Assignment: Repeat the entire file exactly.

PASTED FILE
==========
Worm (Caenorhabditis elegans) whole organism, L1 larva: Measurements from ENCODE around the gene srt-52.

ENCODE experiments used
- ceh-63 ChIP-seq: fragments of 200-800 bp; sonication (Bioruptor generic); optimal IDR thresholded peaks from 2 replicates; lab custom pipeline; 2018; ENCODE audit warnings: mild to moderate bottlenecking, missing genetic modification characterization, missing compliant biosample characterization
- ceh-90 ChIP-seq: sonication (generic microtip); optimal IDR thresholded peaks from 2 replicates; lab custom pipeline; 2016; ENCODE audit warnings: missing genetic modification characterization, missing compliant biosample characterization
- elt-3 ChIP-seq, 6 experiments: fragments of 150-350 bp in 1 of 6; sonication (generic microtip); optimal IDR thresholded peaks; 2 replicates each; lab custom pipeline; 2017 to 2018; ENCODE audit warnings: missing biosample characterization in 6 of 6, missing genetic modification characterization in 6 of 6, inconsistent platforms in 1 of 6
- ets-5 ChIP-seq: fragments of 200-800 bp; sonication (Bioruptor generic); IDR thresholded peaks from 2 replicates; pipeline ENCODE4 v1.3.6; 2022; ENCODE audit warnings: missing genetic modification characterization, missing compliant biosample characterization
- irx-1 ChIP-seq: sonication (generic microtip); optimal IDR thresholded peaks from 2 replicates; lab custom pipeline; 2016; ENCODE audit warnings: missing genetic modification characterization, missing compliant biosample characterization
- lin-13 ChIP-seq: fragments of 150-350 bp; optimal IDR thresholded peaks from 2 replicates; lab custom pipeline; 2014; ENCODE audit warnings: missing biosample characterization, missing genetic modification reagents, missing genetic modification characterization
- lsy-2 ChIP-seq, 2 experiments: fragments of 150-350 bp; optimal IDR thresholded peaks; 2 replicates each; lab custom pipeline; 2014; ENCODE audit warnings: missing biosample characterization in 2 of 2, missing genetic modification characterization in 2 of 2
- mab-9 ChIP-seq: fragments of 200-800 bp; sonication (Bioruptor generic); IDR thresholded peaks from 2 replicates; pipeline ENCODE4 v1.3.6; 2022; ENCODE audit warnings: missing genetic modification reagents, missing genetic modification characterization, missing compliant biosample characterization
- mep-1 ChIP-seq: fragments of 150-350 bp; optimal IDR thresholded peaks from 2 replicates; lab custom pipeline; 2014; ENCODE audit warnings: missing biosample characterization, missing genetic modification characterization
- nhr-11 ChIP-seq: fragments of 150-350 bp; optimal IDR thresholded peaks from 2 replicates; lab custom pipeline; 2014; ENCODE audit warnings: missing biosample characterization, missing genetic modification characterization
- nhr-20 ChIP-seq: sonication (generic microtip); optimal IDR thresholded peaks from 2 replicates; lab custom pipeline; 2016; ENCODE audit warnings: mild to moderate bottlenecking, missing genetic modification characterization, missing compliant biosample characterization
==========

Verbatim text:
Worm (Caenorhabditis elegans) whole organism, L1 larva: Measurements from ENCODE around the gene srt-52.

ENCODE experiments used
- ceh-63 ChIP-seq: fragments of 200-800 bp; sonication (Bioruptor generic); optimal IDR thresholded peaks from 2 replicates; lab custom pipeline; 2018; ENCODE audit warnings: mild to moderate bottlenecking, missing genetic modification characterization, missing compliant biosample characterization
- ceh-90 ChIP-seq: sonication (generic microtip); optimal IDR thresholded peaks from 2 replicates; lab custom pipeline; 2016; ENCODE audit warnings: missing genetic modification characterization, missing compliant biosample characterization
- elt-3 ChIP-seq, 6 experiments: fragments of 150-350 bp in 1 of 6; sonication (generic microtip); optimal IDR thresholded peaks; 2 replicates each; lab custom pipeline; 2017 to 2018; ENCODE audit warnings: missing biosample characterization in 6 of 6, missing genetic modification characterization in 6 of 6, inconsistent platforms in 1 of 6
- ets-5 ChIP-seq: fragments of 200-800 bp; sonication (Bioruptor generic); IDR thresholded peaks from 2 replicates; pipeline ENCODE4 v1.3.6; 2022; ENCODE audit warnings: missing genetic modification characterization, missing compliant biosample characterization
- irx-1 ChIP-seq: sonication (generic microtip); optimal IDR thresholded peaks from 2 replicates; lab custom pipeline; 2016; ENCODE audit warnings: missing genetic modification characterization, missing compliant biosample characterization
- lin-13 ChIP-seq: fragments of 150-350 bp; optimal IDR thresholded peaks from 2 replicates; lab custom pipeline; 2014; ENCODE audit warnings: missing biosample characterization, missing genetic modification reagents, missing genetic modification characterization
- lsy-2 ChIP-seq, 2 experiments: fragments of 150-350 bp; optimal IDR thresholded peaks; 2 replicates each; lab custom pipeline; 2014; ENCODE audit warnings: missing biosample characterization in 2 of 2, missing genetic modification characterization in 2 of 2
- mab-9 ChIP-seq: fragments of 200-800 bp; sonication (Bioruptor generic); IDR thresholded peaks from 2 replicates; pipeline ENCODE4 v1.3.6; 2022; ENCODE audit warnings: missing genetic modification reagents, missing genetic modification characterization, missing compliant biosample characterization
- mep-1 ChIP-seq: fragments of 150-350 bp; optimal IDR thresholded peaks from 2 replicates; lab custom pipeline; 2014; ENCODE audit warnings: missing biosample characterization, missing genetic modification characterization
- nhr-11 ChIP-seq: fragments of 150-350 bp; optimal IDR thresholded peaks from 2 replicates; lab custom pipeline; 2014; ENCODE audit warnings: missing biosample characterization, missing genetic modification characterization
- nhr-20 ChIP-seq: sonication (generic microtip); optimal IDR thresholded peaks from 2 replicates; lab custom pipeline; 2016; ENCODE audit warnings: mild to moderate bottlenecking, missing genetic modification characterization, missing compliant biosample characterization